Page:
A Foodie Lexicon
It's time for us to pull the curtain back on some popular food-industry phrases. They don't mean what you think they mean and it's time you knew that. —Ari LeVaux
organic adj (circa 1940) Refers to an agricultural product lacking chemicals. The movement arose in response to problems created by industrial agriculture after World War II, when farms switched to a diet of chemicals like nitrates originally designed for combat. The movement went mainstream around 1994, when the USDA institutionalized the term.
B.S. METER: Low. Buying organic means you’re buying chemical-free food. But this often means monoculture crops grown far away. The certification process requires a detailed paper trail documenting materials and practices for each crop, which is easy for large operations to achieve but often prohibitive for small, diverse family farms. see also LOCAL
shade-grown adj (circa 1996) A type of coffee cultivated in a diverse forest ecosystem rather than a monoculture plantation setting.
B.S. METER: Moderate. Many coffee vendors make the shade-grown claim for their products, sometimes tenuously. To ensure your coffee was made in the shade, stick to respected labels like Rainforest Alliance Certified or Certified Bird-Friendly.
rBST-free adj (circa 1994) Indicates milk without recombinant bovine somatotropin—a Monsanto-patented, genetically engineered version of a naturally occurring cow hormone that increases milk output.
B.S. METER: Low. This is the good stuff. rBST has proven negative health consequences on dairy cows and is banned in Canada. Organizations like Food and Water Watch suspect human-health implications related to milk from rBST-treated cows. In 2003, Monsanto began suing dairies that were labeling their milk rBST-free but lost repeatedly; in a landmark 2010 case, the U.S. Sixth Circuit Court of Appeals ruled that milk from rBST-treated cows is substantially different from milk produced without the hormone. see also HORMONE-FREE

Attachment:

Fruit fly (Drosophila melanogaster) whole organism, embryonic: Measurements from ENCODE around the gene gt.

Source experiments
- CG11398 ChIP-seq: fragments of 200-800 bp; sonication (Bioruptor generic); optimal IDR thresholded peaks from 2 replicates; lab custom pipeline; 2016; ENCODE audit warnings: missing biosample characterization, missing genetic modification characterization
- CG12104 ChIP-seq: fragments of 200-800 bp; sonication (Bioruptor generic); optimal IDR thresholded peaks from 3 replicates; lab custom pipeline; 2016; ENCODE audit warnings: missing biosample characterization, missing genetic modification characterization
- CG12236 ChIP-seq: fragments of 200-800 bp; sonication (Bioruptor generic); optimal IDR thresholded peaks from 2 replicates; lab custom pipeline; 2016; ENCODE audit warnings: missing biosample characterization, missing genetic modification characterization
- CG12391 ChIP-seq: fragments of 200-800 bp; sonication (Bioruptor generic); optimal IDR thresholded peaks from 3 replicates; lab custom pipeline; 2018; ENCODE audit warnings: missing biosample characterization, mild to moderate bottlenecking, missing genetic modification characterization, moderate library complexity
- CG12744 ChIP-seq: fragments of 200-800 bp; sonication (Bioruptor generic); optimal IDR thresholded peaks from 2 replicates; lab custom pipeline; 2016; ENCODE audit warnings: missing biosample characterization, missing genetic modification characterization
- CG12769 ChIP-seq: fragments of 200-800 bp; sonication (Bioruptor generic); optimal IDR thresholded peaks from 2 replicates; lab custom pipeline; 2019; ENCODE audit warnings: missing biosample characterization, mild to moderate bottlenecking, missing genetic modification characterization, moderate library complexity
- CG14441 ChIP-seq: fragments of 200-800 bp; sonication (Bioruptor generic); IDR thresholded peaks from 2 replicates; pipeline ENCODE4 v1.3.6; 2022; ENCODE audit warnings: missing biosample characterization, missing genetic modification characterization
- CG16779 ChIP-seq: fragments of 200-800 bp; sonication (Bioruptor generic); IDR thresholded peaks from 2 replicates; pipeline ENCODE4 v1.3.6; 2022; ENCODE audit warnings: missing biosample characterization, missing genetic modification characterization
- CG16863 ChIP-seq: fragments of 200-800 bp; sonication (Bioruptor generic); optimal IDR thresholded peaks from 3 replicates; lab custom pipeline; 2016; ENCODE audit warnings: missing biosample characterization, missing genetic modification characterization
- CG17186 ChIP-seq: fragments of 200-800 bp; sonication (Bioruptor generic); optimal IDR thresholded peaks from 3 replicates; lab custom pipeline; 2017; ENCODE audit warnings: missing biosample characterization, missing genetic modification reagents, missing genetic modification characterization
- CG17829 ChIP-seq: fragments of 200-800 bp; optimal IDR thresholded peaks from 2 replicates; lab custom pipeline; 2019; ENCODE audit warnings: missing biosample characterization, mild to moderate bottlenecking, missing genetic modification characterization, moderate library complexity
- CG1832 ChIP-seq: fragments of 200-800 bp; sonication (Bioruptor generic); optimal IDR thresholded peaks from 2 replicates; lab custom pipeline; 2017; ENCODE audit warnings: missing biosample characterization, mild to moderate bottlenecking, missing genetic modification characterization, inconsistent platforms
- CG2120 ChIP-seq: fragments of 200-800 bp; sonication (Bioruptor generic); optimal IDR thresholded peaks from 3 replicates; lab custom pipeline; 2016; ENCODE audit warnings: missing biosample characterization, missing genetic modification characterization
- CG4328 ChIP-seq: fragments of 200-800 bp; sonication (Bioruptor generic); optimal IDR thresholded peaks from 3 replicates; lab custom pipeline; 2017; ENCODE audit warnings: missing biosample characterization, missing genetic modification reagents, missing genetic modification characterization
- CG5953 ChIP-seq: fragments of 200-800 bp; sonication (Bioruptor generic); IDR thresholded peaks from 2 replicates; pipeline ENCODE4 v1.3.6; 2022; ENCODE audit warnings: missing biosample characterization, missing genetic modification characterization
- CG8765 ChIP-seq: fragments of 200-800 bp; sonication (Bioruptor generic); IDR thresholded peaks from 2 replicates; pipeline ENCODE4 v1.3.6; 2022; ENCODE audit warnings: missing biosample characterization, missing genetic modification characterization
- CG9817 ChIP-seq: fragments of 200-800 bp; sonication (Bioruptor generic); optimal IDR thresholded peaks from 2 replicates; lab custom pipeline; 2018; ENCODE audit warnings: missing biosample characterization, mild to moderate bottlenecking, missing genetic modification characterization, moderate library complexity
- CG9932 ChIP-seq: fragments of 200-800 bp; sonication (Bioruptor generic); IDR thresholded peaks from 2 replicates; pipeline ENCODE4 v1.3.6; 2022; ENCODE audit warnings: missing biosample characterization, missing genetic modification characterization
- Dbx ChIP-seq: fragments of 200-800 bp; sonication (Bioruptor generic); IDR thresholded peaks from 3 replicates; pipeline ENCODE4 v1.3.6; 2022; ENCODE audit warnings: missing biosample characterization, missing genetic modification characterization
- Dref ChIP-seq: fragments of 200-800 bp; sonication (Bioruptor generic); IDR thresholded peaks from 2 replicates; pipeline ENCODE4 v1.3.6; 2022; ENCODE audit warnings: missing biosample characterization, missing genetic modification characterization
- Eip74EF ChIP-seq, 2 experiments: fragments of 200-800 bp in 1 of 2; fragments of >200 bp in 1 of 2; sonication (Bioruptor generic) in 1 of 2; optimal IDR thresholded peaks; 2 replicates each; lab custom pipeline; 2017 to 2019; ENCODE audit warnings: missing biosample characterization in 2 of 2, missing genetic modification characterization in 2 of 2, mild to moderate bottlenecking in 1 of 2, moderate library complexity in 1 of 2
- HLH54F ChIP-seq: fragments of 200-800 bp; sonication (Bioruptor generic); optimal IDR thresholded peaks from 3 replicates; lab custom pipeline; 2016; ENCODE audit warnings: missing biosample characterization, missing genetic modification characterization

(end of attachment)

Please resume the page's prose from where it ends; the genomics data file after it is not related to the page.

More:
grass-fed adj (circa 1990) Indicates that a cow has consumed the majority of its nutrients in the form of grass, hay, or forage rather than grain. The label is regularly applied to animals sent to a feedlot and fattened on grain for the final 90 to 120 days of their lives.
B.S. METER: High. The USDA is promising to add some bite to the label soon. Until then look for “grain-free” or “grass-finished” beef—the latter indicates animals fed on grass until slaughter. syn GRAIN-FED see also HORMONE-FREE
dolphin-safe adj (circa 1972) Indicates tuna caught using practices that don’t involve targeting dolphin pods with nets. In parts of the Pacific, dolphins and tuna swim together, and fishermen often catch tuna by going after dolphins, which are easier to spot.
B.S. METER: Moderate. There are no universal standards for what the term means, and the standards that do exist are rarely enforced.
wild-caught adj (circa 1975) Refers to fish caught in the ocean rather than raised in confinement; can include fish from eggs that were spawned in captivity and released, since in the U.S. no wild freshwater fish or marine mammals are permitted for sale.
B.S. METER: Moderate. Some “wild-caught” species, like grouper, are acquired by dynamiting reefs, bottom trawling, and other destructive methods. Look for the Marine Stewardship Council logo, which guarantees sustainable fishing practices were used, and check Seafood Watch for reports on which wild-caught fish can be eaten with a clear conscience. syn WILD ANIMAL